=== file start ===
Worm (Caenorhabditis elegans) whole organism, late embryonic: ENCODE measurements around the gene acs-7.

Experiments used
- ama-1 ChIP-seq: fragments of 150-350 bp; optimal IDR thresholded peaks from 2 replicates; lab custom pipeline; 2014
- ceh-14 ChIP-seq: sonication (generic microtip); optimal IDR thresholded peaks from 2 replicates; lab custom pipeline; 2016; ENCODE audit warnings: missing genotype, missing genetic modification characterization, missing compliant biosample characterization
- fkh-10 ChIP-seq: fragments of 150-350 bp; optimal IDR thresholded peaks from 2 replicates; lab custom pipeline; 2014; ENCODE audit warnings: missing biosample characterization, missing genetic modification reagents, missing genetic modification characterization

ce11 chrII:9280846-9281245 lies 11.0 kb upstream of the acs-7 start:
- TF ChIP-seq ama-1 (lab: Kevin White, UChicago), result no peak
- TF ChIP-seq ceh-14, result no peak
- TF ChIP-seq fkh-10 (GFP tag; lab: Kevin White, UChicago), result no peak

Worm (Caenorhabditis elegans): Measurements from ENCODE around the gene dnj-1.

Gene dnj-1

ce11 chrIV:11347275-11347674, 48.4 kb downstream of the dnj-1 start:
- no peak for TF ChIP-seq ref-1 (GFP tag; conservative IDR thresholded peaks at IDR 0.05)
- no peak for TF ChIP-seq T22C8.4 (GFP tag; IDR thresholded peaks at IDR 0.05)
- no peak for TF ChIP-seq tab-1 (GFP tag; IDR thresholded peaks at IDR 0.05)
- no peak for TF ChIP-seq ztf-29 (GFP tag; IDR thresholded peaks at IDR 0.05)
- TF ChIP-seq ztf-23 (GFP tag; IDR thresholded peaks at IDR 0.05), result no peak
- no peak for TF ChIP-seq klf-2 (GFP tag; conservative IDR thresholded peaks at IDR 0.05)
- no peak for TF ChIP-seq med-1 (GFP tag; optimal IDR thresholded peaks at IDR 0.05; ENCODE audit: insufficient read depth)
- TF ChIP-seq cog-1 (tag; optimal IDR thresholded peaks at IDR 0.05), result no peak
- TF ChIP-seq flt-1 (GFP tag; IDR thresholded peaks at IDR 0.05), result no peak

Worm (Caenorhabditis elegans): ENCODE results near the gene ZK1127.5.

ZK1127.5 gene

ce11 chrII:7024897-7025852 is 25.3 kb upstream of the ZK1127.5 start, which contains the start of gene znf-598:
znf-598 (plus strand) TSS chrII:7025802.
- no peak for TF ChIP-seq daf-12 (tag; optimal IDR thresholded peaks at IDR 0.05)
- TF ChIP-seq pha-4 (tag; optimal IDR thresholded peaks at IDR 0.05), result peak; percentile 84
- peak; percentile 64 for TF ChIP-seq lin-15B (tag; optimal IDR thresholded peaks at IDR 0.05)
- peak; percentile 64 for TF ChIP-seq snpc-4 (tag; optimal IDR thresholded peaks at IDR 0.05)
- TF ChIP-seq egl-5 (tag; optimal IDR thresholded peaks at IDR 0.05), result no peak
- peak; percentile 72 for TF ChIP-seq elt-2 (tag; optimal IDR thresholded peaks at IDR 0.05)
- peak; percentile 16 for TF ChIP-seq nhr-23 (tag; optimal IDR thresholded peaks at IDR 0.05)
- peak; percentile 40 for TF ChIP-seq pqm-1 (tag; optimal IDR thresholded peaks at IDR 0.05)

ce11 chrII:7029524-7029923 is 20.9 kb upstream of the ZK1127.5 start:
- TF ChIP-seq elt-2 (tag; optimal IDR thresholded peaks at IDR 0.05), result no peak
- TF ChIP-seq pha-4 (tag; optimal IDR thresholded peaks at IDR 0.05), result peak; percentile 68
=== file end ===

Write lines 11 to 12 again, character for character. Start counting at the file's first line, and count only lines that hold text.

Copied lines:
Gene dnj-1

ce11 chrIV:11347275-11347674, 48.4 kb downstream of the dnj-1 start: